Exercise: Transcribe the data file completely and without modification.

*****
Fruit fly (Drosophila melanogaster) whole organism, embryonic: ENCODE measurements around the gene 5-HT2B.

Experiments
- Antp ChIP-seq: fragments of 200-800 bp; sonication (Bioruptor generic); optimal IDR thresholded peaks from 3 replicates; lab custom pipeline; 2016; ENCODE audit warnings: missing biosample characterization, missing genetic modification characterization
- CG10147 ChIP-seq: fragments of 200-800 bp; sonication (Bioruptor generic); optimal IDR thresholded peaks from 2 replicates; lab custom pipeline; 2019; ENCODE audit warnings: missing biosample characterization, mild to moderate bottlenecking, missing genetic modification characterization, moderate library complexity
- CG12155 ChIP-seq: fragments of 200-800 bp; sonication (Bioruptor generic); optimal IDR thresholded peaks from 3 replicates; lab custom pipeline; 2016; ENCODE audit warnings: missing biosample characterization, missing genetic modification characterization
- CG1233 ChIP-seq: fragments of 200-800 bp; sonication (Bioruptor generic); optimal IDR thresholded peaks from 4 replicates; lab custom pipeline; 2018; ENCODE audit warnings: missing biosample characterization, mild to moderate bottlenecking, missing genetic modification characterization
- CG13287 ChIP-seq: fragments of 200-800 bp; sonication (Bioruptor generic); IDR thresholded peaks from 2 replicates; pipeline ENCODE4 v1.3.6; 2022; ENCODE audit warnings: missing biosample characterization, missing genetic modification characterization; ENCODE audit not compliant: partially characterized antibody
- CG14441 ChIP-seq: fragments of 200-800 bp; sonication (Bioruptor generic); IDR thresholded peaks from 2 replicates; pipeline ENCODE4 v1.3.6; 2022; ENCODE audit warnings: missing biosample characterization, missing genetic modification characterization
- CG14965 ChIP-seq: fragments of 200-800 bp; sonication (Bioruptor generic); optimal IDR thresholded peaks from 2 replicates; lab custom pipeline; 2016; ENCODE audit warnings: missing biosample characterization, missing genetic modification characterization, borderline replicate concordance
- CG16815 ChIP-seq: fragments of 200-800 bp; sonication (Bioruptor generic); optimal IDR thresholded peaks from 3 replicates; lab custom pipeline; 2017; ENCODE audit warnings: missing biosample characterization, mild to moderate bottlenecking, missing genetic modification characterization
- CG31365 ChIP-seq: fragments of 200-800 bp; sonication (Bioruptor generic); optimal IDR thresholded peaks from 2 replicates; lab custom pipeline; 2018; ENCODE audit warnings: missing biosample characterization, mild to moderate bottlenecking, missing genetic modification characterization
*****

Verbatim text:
Fruit fly (Drosophila melanogaster) whole organism, embryonic: ENCODE measurements around the gene 5-HT2B.

Experiments
- Antp ChIP-seq: fragments of 200-800 bp; sonication (Bioruptor generic); optimal IDR thresholded peaks from 3 replicates; lab custom pipeline; 2016; ENCODE audit warnings: missing biosample characterization, missing genetic modification characterization
- CG10147 ChIP-seq: fragments of 200-800 bp; sonication (Bioruptor generic); optimal IDR thresholded peaks from 2 replicates; lab custom pipeline; 2019; ENCODE audit warnings: missing biosample characterization, mild to moderate bottlenecking, missing genetic modification characterization, moderate library complexity
- CG12155 ChIP-seq: fragments of 200-800 bp; sonication (Bioruptor generic); optimal IDR thresholded peaks from 3 replicates; lab custom pipeline; 2016; ENCODE audit warnings: missing biosample characterization, missing genetic modification characterization
- CG1233 ChIP-seq: fragments of 200-800 bp; sonication (Bioruptor generic); optimal IDR thresholded peaks from 4 replicates; lab custom pipeline; 2018; ENCODE audit warnings: missing biosample characterization, mild to moderate bottlenecking, missing genetic modification characterization
- CG13287 ChIP-seq: fragments of 200-800 bp; sonication (Bioruptor generic); IDR thresholded peaks from 2 replicates; pipeline ENCODE4 v1.3.6; 2022; ENCODE audit warnings: missing biosample characterization, missing genetic modification characterization; ENCODE audit not compliant: partially characterized antibody
- CG14441 ChIP-seq: fragments of 200-800 bp; sonication (Bioruptor generic); IDR thresholded peaks from 2 replicates; pipeline ENCODE4 v1.3.6; 2022; ENCODE audit warnings: missing biosample characterization, missing genetic modification characterization
- CG14965 ChIP-seq: fragments of 200-800 bp; sonication (Bioruptor generic); optimal IDR thresholded peaks from 2 replicates; lab custom pipeline; 2016; ENCODE audit warnings: missing biosample characterization, missing genetic modification characterization, borderline replicate concordance
- CG16815 ChIP-seq: fragments of 200-800 bp; sonication (Bioruptor generic); optimal IDR thresholded peaks from 3 replicates; lab custom pipeline; 2017; ENCODE audit warnings: missing biosample characterization, mild to moderate bottlenecking, missing genetic modification characterization
- CG31365 ChIP-seq: fragments of 200-800 bp; sonication (Bioruptor generic); optimal IDR thresholded peaks from 2 replicates; lab custom pipeline; 2018; ENCODE audit warnings: missing biosample characterization, mild to moderate bottlenecking, missing genetic modification characterization